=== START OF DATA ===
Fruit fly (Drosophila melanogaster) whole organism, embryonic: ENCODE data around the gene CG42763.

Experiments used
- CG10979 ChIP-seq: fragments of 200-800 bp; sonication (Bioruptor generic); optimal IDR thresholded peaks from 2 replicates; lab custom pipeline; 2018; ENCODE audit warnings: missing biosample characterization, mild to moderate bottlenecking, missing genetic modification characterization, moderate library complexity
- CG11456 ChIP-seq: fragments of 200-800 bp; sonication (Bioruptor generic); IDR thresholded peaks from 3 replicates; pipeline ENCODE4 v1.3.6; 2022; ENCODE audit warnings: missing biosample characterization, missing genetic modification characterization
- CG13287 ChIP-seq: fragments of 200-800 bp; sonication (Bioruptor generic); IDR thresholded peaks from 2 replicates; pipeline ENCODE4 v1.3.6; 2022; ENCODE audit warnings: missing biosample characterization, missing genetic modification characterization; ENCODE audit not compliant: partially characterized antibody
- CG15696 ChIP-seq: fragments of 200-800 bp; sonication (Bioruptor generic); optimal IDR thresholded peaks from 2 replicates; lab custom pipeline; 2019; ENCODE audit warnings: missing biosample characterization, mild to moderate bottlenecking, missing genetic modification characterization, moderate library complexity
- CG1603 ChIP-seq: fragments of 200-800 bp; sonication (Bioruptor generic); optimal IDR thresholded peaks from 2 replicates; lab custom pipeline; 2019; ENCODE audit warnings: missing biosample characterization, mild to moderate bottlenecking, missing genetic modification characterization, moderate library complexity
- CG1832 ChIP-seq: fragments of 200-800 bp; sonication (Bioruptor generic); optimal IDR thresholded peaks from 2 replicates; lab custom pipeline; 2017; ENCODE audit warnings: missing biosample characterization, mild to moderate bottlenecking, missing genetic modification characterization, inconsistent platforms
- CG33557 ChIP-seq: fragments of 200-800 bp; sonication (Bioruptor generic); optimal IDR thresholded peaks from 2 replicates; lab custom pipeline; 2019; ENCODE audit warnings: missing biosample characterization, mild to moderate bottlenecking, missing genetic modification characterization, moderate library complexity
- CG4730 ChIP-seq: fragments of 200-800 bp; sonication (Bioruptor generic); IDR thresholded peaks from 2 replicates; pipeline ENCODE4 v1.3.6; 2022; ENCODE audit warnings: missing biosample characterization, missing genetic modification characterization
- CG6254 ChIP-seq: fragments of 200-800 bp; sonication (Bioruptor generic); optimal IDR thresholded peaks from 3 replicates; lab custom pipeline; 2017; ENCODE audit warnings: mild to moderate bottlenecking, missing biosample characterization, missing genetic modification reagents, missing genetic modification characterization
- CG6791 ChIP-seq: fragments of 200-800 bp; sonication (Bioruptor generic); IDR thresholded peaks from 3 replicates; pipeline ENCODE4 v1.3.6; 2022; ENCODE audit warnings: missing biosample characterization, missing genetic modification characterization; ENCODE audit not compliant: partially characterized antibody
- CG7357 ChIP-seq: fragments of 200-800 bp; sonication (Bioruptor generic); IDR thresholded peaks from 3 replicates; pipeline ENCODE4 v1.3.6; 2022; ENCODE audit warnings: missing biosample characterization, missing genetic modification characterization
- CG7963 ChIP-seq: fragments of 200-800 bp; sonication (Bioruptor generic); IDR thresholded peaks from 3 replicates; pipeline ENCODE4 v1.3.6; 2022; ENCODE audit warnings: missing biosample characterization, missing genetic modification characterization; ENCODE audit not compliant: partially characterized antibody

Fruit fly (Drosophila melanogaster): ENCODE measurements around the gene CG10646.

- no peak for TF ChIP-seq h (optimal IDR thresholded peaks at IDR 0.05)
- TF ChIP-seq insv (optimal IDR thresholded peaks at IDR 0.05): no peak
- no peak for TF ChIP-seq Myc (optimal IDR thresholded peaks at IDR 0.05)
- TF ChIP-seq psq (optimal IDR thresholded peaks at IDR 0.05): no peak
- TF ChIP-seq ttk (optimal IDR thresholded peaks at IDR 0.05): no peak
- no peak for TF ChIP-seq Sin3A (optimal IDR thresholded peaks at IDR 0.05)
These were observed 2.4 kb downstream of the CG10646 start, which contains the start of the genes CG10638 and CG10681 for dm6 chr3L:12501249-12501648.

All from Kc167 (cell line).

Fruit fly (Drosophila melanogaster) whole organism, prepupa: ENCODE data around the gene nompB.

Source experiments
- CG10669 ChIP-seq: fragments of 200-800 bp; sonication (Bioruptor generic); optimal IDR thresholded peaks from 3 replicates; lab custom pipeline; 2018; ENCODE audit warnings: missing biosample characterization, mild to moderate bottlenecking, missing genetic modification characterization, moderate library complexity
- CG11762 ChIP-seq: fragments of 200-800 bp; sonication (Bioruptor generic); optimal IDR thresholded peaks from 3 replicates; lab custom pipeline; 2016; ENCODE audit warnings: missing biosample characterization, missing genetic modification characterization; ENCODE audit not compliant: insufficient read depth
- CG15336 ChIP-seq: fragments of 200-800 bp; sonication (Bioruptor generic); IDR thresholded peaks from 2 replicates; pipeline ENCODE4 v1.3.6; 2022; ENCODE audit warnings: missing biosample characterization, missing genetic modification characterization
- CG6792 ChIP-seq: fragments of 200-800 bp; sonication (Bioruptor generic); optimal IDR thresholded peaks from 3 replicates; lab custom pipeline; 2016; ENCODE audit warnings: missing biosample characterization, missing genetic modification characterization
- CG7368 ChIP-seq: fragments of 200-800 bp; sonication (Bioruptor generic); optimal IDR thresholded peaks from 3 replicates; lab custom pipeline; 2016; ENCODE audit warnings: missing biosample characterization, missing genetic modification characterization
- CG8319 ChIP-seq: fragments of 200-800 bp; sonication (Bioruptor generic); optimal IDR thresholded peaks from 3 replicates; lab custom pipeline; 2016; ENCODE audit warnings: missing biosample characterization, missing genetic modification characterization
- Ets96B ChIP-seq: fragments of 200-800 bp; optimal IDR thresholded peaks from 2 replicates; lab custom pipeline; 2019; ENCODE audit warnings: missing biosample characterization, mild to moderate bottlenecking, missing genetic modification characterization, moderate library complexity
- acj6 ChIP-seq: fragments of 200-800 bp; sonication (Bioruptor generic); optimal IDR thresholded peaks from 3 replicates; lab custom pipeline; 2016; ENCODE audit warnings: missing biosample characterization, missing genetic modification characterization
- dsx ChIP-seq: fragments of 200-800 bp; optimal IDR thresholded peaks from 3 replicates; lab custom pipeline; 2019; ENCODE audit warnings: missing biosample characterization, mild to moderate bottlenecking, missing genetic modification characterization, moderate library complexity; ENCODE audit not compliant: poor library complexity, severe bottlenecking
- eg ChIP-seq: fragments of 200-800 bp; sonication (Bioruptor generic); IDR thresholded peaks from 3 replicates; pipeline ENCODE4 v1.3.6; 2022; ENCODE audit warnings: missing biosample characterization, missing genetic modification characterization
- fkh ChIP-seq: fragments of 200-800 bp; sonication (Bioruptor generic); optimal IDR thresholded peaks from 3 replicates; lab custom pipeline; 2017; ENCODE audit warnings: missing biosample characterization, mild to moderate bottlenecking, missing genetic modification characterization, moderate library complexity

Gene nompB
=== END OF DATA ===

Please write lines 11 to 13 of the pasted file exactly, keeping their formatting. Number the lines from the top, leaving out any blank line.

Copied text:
- CG6254 ChIP-seq: fragments of 200-800 bp; sonication (Bioruptor generic); optimal IDR thresholded peaks from 3 replicates; lab custom pipeline; 2017; ENCODE audit warnings: mild to moderate bottlenecking, missing biosample characterization, missing genetic modification reagents, missing genetic modification characterization
- CG6791 ChIP-seq: fragments of 200-800 bp; sonication (Bioruptor generic); IDR thresholded peaks from 3 replicates; pipeline ENCODE4 v1.3.6; 2022; ENCODE audit warnings: missing biosample characterization, missing genetic modification characterization; ENCODE audit not compliant: partially characterized antibody
- CG7357 ChIP-seq: fragments of 200-800 bp; sonication (Bioruptor generic); IDR thresholded peaks from 3 replicates; pipeline ENCODE4 v1.3.6; 2022; ENCODE audit warnings: missing biosample characterization, missing genetic modification characterization